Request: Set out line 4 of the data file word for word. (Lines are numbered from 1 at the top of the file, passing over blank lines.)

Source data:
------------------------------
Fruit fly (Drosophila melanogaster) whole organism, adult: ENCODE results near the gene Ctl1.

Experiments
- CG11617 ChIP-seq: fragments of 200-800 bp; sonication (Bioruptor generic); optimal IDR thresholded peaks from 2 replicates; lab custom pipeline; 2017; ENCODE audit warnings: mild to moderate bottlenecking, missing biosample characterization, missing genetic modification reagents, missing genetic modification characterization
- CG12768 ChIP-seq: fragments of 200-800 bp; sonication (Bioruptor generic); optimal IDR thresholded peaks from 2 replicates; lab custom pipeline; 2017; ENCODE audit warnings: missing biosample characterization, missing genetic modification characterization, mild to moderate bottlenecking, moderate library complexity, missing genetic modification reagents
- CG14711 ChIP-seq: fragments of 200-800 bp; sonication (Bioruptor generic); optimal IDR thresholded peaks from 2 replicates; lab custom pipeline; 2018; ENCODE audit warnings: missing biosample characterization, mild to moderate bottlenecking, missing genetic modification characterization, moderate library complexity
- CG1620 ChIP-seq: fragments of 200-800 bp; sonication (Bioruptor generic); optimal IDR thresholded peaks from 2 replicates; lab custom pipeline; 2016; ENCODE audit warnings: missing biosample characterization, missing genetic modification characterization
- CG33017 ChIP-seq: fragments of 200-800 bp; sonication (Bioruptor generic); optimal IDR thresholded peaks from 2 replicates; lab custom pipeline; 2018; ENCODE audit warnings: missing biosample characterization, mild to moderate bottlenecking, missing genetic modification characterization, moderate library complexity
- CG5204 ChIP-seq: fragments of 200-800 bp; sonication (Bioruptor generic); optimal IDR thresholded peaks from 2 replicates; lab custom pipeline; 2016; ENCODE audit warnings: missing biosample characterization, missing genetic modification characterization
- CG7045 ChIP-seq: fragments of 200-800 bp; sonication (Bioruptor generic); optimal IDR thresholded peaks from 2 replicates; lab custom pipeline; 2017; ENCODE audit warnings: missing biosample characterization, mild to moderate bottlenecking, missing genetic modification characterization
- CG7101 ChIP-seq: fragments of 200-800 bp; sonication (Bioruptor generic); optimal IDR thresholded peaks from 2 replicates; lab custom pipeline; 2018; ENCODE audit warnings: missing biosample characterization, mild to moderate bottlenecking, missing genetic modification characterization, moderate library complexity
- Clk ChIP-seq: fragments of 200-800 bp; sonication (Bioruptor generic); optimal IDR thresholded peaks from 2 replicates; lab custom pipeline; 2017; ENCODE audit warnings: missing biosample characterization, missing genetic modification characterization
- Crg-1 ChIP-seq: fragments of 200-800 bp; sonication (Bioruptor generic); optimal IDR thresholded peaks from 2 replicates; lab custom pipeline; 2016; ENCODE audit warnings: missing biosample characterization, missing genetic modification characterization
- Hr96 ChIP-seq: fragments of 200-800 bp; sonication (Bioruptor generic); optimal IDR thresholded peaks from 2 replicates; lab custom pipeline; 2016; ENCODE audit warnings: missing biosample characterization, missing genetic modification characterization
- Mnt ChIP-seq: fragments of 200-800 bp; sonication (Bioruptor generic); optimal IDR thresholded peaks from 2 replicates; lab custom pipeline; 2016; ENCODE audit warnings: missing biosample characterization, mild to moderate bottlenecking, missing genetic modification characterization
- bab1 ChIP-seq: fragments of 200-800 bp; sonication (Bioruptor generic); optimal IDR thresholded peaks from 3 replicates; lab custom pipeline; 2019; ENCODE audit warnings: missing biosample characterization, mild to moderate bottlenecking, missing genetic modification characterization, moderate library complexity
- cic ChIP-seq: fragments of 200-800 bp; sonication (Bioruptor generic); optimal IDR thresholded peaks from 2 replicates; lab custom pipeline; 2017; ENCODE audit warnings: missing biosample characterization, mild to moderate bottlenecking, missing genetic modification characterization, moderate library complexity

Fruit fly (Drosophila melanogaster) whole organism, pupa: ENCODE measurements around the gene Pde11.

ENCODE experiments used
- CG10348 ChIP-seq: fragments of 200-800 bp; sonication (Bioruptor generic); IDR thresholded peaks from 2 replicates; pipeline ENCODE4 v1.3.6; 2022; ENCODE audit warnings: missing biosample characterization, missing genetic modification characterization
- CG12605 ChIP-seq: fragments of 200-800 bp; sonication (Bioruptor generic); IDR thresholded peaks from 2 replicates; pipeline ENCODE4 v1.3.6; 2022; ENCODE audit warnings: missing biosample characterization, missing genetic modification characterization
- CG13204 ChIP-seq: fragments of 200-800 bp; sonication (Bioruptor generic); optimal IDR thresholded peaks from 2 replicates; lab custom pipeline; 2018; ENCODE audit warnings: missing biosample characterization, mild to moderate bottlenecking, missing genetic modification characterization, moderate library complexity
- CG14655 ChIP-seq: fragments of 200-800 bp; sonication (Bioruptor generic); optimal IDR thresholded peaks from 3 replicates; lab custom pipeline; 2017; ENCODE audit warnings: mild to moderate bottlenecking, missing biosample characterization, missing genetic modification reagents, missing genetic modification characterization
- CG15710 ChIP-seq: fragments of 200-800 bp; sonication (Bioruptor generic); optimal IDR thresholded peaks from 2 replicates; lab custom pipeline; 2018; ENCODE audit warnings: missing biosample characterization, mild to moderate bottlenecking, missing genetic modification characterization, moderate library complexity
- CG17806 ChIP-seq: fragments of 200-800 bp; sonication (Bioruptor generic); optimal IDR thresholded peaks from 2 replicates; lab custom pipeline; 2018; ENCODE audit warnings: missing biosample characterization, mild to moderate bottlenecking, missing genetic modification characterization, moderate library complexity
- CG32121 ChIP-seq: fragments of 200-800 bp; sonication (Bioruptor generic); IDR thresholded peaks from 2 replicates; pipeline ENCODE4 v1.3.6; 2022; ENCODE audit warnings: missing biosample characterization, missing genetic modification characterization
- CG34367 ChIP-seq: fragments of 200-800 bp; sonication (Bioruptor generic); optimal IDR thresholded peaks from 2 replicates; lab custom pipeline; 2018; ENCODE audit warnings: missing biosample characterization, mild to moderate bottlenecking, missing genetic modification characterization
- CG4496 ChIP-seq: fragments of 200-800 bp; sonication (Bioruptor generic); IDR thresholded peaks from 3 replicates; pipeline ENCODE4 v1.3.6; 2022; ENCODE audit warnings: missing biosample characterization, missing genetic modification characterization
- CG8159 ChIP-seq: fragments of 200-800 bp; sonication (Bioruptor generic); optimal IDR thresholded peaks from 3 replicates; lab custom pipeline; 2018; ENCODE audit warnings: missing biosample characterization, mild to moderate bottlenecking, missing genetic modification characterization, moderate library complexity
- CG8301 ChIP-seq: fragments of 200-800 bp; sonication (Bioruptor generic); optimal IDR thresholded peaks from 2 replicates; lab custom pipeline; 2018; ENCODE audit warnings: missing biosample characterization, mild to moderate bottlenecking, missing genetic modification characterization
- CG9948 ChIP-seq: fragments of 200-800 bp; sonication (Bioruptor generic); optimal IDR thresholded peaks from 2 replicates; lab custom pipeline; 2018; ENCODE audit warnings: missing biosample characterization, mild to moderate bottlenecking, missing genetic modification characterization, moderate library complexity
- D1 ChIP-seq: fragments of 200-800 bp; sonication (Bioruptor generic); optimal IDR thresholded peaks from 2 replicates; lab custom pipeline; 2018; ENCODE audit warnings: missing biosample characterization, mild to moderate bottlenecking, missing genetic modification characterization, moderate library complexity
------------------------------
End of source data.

- CG12768 ChIP-seq: fragments of 200-800 bp; sonication (Bioruptor generic); optimal IDR thresholded peaks from 2 replicates; lab custom pipeline; 2017; ENCODE audit warnings: missing biosample characterization, missing genetic modification characterization, mild to moderate bottlenecking, moderate library complexity, missing genetic modification reagents